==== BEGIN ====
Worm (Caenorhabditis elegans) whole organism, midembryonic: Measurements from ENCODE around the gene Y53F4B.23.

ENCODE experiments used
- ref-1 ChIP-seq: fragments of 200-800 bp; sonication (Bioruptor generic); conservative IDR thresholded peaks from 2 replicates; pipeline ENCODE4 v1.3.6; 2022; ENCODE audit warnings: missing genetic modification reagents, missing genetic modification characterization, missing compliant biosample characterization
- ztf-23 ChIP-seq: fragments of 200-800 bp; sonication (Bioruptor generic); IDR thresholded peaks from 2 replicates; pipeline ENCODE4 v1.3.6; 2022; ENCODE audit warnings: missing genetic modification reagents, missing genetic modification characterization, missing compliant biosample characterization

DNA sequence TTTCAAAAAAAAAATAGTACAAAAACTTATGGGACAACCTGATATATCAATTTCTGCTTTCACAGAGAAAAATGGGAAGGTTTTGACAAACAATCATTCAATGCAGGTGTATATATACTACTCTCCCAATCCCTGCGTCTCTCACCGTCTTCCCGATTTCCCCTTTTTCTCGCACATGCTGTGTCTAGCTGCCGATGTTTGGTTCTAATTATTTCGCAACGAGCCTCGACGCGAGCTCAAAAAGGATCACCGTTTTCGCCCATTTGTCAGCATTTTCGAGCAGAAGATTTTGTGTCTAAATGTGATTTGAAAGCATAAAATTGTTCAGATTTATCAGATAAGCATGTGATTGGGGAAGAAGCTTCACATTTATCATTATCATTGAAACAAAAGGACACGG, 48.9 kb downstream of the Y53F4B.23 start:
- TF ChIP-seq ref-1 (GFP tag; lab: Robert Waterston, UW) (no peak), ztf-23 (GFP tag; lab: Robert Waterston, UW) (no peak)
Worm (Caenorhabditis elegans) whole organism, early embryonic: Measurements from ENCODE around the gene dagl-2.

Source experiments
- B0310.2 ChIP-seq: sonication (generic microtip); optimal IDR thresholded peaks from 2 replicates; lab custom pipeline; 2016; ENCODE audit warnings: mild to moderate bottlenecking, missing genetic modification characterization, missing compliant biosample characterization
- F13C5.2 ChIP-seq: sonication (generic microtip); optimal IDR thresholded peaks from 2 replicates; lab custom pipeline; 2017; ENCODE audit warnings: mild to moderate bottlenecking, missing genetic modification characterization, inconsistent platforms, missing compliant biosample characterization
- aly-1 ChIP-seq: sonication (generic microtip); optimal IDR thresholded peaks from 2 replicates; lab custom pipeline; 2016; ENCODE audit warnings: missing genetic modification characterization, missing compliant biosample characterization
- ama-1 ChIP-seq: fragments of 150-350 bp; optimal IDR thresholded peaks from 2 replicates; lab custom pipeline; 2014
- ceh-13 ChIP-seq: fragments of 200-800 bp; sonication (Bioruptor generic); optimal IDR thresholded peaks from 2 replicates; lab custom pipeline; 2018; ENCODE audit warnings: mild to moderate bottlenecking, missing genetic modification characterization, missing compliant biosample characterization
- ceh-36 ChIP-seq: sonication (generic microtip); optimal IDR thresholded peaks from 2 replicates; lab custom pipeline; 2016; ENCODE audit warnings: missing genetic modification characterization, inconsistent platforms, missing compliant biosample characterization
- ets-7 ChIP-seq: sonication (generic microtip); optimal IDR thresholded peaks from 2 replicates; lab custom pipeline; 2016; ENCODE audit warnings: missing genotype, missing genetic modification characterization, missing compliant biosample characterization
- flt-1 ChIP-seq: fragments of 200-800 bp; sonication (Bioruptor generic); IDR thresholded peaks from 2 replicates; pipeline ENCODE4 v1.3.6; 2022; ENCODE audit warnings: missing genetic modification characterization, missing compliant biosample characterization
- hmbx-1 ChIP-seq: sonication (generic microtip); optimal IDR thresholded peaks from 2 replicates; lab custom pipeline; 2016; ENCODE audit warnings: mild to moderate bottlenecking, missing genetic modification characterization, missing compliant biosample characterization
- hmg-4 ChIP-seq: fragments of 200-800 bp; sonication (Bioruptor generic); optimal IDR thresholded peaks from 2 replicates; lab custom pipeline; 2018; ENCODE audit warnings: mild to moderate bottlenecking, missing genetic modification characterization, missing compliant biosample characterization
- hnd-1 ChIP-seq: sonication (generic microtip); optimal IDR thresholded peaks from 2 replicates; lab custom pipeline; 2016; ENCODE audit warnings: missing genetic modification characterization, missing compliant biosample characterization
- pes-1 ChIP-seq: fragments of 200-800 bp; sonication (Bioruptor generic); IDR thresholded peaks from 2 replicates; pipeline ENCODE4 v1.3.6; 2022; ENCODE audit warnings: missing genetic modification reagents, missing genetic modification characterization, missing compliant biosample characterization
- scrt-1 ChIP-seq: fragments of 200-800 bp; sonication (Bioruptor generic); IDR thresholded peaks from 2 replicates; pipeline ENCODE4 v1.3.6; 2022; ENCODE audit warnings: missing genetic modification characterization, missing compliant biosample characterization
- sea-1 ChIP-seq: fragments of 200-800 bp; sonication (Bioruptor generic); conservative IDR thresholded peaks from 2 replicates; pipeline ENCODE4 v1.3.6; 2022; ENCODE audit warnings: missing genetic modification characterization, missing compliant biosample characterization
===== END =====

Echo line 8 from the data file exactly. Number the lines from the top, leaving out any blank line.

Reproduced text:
Source experiments